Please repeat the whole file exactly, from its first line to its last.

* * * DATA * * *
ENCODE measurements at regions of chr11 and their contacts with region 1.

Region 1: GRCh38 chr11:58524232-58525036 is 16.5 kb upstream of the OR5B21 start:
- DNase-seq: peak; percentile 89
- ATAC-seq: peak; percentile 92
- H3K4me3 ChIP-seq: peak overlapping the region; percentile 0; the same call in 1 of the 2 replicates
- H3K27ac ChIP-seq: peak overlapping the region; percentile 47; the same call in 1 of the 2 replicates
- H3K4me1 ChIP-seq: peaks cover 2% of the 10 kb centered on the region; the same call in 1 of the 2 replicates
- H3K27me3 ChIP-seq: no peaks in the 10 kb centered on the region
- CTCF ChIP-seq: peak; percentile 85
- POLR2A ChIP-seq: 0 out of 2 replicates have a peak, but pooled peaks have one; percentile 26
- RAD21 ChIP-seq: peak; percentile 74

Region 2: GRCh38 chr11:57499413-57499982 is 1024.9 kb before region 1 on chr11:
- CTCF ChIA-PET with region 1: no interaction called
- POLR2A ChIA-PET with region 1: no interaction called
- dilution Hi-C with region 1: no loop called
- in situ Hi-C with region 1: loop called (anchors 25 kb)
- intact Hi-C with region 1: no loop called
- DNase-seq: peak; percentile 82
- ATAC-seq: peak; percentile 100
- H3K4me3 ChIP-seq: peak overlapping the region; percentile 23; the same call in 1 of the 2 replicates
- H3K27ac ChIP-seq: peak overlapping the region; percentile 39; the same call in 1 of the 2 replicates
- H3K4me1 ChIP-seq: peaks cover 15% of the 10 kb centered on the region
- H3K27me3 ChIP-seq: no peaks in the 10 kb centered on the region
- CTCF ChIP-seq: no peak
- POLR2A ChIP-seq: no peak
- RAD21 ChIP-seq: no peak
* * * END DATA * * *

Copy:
ENCODE measurements at regions of chr11 and their contacts with region 1.

Region 1: GRCh38 chr11:58524232-58525036 is 16.5 kb upstream of the OR5B21 start:
- DNase-seq: peak; percentile 89
- ATAC-seq: peak; percentile 92
- H3K4me3 ChIP-seq: peak overlapping the region; percentile 0; the same call in 1 of the 2 replicates
- H3K27ac ChIP-seq: peak overlapping the region; percentile 47; the same call in 1 of the 2 replicates
- H3K4me1 ChIP-seq: peaks cover 2% of the 10 kb centered on the region; the same call in 1 of the 2 replicates
- H3K27me3 ChIP-seq: no peaks in the 10 kb centered on the region
- CTCF ChIP-seq: peak; percentile 85
- POLR2A ChIP-seq: 0 out of 2 replicates have a peak, but pooled peaks have one; percentile 26
- RAD21 ChIP-seq: peak; percentile 74

Region 2: GRCh38 chr11:57499413-57499982 is 1024.9 kb before region 1 on chr11:
- CTCF ChIA-PET with region 1: no interaction called
- POLR2A ChIA-PET with region 1: no interaction called
- dilution Hi-C with region 1: no loop called
- in situ Hi-C with region 1: loop called (anchors 25 kb)
- intact Hi-C with region 1: no loop called
- DNase-seq: peak; percentile 82
- ATAC-seq: peak; percentile 100
- H3K4me3 ChIP-seq: peak overlapping the region; percentile 23; the same call in 1 of the 2 replicates
- H3K27ac ChIP-seq: peak overlapping the region; percentile 39; the same call in 1 of the 2 replicates
- H3K4me1 ChIP-seq: peaks cover 15% of the 10 kb centered on the region
- H3K27me3 ChIP-seq: no peaks in the 10 kb centered on the region
- CTCF ChIP-seq: no peak
- POLR2A ChIP-seq: no peak
- RAD21 ChIP-seq: no peak